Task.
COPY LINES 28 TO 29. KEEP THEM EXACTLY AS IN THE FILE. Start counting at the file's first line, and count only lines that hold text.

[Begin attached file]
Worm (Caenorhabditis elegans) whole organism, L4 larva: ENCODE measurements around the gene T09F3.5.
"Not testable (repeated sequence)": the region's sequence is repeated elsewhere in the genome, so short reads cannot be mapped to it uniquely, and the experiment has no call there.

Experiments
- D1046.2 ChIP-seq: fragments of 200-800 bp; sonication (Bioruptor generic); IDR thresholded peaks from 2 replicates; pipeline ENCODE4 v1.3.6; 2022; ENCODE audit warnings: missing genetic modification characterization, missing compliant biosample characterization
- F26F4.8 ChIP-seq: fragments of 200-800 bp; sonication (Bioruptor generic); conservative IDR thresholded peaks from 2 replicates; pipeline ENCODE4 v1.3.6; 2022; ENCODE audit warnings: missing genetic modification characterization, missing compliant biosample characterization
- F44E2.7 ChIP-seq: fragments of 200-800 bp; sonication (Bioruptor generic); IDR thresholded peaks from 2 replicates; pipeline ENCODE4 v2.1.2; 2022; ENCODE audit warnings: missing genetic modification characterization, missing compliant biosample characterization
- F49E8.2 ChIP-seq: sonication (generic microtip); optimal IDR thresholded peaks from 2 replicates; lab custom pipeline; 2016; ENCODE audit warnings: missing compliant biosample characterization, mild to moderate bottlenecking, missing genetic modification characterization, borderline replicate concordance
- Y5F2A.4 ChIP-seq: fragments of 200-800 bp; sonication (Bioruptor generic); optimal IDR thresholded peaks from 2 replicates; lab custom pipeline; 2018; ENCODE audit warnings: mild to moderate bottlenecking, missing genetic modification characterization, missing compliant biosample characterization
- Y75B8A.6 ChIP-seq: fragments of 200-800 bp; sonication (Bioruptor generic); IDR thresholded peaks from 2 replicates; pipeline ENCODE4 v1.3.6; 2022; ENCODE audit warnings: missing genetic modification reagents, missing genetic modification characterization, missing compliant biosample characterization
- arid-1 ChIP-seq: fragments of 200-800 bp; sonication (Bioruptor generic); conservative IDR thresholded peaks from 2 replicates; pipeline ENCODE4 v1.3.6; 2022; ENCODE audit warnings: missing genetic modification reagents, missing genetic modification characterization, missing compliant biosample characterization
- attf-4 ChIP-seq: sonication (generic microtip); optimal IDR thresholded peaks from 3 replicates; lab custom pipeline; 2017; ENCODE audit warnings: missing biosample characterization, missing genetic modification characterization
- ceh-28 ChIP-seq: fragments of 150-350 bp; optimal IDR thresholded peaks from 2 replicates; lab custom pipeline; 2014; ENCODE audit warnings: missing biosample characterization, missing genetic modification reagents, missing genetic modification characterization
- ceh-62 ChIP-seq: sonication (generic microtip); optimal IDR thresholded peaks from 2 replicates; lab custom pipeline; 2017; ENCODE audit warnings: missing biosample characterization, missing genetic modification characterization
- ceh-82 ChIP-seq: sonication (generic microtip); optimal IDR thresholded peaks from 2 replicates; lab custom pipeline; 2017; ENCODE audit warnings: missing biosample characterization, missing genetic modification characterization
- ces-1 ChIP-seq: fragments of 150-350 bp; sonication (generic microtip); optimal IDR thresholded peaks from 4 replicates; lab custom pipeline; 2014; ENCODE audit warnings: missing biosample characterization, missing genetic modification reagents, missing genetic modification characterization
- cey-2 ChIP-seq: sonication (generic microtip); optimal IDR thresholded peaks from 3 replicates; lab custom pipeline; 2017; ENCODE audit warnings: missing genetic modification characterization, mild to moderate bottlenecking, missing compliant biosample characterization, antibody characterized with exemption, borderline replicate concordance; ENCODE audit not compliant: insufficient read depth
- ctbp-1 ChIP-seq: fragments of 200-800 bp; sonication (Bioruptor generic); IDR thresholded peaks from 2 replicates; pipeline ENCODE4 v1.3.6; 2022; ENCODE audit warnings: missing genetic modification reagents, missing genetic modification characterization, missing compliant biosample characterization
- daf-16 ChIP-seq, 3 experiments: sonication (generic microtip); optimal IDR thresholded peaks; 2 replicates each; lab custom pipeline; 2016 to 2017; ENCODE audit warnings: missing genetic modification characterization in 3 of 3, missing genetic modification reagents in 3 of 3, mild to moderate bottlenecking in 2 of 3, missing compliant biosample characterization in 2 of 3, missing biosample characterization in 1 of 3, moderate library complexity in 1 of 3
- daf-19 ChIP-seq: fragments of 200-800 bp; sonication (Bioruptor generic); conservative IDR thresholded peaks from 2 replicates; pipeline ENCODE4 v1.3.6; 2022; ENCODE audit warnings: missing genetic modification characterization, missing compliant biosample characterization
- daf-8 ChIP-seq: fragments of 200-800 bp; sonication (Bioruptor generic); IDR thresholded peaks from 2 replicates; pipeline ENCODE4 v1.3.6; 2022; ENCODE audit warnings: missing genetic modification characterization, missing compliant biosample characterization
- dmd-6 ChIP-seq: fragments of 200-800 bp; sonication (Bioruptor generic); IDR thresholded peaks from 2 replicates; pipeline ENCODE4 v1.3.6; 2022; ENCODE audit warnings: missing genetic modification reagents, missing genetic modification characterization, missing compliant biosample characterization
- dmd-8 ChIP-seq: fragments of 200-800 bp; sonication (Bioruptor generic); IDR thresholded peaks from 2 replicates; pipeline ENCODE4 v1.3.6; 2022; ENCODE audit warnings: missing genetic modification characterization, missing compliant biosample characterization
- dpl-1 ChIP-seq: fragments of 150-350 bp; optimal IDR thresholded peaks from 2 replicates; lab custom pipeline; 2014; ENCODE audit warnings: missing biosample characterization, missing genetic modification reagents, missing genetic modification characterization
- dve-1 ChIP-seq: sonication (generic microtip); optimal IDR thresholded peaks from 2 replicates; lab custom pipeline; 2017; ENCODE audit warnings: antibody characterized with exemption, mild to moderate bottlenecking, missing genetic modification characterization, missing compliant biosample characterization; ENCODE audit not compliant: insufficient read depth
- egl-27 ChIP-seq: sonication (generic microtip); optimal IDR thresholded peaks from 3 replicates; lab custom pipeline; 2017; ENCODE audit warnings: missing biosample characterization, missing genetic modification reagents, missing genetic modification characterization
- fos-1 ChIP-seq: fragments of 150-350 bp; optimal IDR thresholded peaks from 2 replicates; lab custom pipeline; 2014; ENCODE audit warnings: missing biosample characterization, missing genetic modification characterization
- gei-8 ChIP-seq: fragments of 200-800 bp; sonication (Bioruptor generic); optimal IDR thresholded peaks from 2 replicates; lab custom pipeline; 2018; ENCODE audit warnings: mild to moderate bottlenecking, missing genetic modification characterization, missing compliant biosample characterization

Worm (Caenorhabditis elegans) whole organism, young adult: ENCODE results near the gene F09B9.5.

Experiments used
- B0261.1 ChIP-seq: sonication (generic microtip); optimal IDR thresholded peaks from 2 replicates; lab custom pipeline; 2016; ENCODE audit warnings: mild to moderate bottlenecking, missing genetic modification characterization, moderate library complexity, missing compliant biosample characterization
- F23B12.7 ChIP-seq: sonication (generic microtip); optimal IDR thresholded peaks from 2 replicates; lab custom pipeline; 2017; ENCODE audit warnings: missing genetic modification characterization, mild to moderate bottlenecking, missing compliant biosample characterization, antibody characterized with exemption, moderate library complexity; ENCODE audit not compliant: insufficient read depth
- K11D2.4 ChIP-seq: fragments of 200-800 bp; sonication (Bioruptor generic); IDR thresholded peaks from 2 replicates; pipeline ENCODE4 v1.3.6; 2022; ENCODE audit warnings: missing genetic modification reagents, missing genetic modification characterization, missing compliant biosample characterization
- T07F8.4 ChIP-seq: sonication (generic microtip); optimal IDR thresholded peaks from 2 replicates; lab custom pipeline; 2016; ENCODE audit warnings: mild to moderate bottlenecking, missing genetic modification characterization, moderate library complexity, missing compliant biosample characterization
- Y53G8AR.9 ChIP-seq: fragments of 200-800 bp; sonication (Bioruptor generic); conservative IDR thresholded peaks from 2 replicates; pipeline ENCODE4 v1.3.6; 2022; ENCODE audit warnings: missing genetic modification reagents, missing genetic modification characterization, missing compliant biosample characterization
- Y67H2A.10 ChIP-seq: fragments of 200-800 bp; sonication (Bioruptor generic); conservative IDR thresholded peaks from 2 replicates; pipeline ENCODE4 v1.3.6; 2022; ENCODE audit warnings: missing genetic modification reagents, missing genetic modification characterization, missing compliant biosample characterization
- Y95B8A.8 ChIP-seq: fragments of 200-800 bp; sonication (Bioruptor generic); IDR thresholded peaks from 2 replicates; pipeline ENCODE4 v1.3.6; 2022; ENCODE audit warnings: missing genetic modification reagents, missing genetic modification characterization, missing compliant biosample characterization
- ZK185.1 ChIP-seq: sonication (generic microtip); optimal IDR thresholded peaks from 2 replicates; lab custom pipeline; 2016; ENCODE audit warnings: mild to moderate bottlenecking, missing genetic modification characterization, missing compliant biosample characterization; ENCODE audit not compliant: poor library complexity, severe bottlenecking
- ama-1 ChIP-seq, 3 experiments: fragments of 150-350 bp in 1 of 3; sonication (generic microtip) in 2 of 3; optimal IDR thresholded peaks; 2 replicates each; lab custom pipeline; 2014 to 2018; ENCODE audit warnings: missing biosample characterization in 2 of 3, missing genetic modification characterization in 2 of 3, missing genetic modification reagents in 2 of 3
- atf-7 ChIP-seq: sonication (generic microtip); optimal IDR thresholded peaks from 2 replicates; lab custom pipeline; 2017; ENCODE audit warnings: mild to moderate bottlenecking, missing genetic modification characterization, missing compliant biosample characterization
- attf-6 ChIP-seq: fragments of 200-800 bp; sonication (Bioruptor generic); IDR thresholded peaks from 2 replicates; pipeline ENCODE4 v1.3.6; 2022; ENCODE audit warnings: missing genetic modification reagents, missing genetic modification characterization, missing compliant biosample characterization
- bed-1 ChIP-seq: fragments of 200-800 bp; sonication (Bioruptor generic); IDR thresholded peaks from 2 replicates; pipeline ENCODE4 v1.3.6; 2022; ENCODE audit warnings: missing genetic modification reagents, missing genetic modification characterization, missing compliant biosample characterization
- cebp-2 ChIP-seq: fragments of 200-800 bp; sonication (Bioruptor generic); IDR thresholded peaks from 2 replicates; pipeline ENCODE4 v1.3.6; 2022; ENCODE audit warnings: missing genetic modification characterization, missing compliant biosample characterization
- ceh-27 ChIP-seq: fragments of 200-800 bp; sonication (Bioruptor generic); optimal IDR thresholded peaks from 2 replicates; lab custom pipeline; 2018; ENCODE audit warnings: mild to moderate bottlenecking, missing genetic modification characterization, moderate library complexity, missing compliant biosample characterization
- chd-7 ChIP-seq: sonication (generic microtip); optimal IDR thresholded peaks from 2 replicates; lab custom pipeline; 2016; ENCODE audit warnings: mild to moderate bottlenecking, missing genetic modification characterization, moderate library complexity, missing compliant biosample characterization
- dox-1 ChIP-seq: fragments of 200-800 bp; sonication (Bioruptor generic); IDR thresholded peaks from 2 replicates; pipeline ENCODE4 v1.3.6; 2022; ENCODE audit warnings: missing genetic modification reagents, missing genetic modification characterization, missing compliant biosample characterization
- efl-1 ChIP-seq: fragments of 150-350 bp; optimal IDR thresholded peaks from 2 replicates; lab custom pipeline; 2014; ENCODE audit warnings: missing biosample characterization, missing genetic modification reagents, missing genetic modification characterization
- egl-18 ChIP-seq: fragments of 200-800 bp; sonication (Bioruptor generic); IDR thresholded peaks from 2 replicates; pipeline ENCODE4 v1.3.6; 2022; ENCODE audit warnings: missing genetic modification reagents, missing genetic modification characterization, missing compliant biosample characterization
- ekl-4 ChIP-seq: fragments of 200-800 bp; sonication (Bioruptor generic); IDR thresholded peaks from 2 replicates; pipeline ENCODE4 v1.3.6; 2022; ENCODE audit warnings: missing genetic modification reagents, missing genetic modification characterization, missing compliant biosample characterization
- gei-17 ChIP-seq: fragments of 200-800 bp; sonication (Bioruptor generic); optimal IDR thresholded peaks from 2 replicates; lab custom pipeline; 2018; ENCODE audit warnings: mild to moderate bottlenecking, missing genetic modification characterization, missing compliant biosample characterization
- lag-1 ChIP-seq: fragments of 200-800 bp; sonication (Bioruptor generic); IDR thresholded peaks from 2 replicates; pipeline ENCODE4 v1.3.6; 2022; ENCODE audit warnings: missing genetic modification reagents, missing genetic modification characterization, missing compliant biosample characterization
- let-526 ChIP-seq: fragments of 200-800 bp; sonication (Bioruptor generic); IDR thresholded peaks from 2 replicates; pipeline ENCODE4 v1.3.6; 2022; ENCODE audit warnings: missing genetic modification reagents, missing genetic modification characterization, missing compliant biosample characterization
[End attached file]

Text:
Worm (Caenorhabditis elegans) whole organism, young adult: ENCODE results near the gene F09B9.5.

Experiments used